Dale removed his shoes and put on his own skates. “I’m still not sure why I let you talk me into this.”
“Come on.” She stood up on her skates, suddenly very grateful it hadn’t been so long since she’d last done this. “Here’s a chance to relive some of your childhood.”
“Oh believe me, I am,” he said as he tottered to his feet.
Maria led the way onto the ice and pushed off. She kept her strides slow and even until she felt confident. Then she burst forward with greater speed, the wind fresh and cold against her face. A feeling of pure freedom frothed inside her, washing away any thought of limitation or pretense. She was herself in this moment.
As she rounded the pond, she searched for Dale. She spied him up ahead, on his feet, although he moved at a slower, more cautious pace. Skating past him, she twisted around to face him as she skated backward.
“You’ve done this more recently than me, haven’t you?” he quipped.
She laughed. “Maybe. Our neighbors back home have a pond that everyone skates on in the winter.” Her laughter faded as a memory of skating, hand in hand, with Friedrick filled her mind. She’d been so convinced he only had eyes for her. Now she was beginning to wonder if he’d ever really seen her at all and what might have been if she’d allowed him to. What would he have thought of the real Maria? The one who felt deeply but who hid it behind a coy smile or a witty remark or a carefree demeanor.
The feel of Dale’s gloved hands within hers made her glance up, startled. Here was a man who she sensed had the ability to see right into her heart. The realization both frightened and intrigued her. Not only because Dale was her boss, but because she felt certain he hid his own wounds as cleverly as she did hers.
“Mind if I tag along?” he said, lifting their joined hands.
Maria smiled. “Not at all.” She turned her head slightly to see who might be behind them as she continued to skate backward. “Isn’t it a glorious day?”
Dale lifted his chin and eyed the sun. “A little cold but not unpleasant.”
“I hope it snows soon. Christmas is so much more magical with snow.”
He didn’t respond, other than to steer her out of the way of a group of children.
“Don’t tell me you’re a Scrooge, Mr. Emerson.” She pinned him with her firmest look.
“I am not a Scrooge. But…” He glanced away, his expression pensive.
“What?” she prodded, keeping her voice gentle.
“After what I’ve seen,” he swallowed hard, “in France, it’s hard to believe in magical Christmases or prolonged happiness in general. There’s nothing that makes you realize hope and peace are fleeting like patching up the hundredth bleeding soldier on your operating table.” The raw pain in his voice gripped her by the throat and squeezed.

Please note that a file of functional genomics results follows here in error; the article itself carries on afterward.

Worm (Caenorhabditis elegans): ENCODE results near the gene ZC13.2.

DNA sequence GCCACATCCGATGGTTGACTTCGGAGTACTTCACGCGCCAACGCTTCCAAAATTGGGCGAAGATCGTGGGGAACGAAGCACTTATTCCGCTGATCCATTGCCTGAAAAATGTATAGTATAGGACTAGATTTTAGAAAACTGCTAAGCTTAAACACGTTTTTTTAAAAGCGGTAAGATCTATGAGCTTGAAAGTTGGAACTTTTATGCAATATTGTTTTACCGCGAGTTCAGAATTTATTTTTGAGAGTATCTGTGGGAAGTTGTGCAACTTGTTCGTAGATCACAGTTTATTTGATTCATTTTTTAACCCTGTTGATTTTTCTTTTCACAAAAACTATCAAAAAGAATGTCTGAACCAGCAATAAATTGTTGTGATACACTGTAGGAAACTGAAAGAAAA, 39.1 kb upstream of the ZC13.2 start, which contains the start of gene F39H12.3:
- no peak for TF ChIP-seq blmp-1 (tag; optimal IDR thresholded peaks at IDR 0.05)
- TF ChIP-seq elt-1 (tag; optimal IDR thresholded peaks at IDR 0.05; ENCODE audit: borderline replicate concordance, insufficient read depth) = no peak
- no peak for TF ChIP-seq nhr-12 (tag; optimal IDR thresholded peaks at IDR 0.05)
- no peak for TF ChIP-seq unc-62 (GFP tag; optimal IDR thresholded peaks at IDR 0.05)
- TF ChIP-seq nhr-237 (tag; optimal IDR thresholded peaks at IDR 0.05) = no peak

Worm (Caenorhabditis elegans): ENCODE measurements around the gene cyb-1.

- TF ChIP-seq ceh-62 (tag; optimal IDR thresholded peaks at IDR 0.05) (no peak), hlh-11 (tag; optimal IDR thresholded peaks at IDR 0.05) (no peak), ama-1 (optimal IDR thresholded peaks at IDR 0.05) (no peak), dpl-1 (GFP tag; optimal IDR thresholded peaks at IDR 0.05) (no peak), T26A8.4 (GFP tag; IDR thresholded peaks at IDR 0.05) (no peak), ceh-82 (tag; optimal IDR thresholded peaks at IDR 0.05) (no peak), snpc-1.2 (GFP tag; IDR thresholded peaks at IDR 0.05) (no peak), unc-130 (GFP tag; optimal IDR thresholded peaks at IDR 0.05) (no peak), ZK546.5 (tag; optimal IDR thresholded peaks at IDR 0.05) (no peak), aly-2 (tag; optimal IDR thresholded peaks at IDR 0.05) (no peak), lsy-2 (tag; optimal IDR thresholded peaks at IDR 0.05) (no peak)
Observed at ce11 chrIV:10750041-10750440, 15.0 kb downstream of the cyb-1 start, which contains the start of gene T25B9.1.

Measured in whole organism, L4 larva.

Maria stared at the ice whizzing past their skates, unsure what to say but desperately wanting to help.
Please give me the right words, Lord.
They continued skating around the pond in silence for a few minutes.
“Maybe it’s a little like the star,” she finally blurted out, “the Christmas star.”
His brow furrowed. “What do you mean?”
“Well.” She licked her lips, trying to gather the thoughts tumbling into her mind. “God used it as one of the signs of the birth of His Son, right? But how many people really saw it? How many looked and realized, ‘
is the sign of hope we’ve been waiting for.’ Or did more of them simply think it was another ordinary star?” Lifting her chin, Maria met his intent gaze. “Signs of hope are all around us, but we have to see them for what God intended.”
The whoosh of their skates and the distant laughter of children were the only responses. Maria pressed her mouth into a line, fearful she’d overstepped herself. And here she’d hoped ice-skating would prove helpful to Dale.
“Maybe you’re right.”
Her eyes flew to his. “What?”
He slowed their stride until they skated to a stop. “Don’t make me say it again.” The smile in his glance belied his disgruntled words.
She couldn’t let him off that easily, though. “Which part are you referring to, Mr. Emerson?”
“That is for me to know, and you…” He released her hand to tickle her side, causing her to shriek. “You to figure out. Now, help me skate backwards.”
Warmth spread through Maria as she laughed again and twisted away from him. “Only if you can catch me.”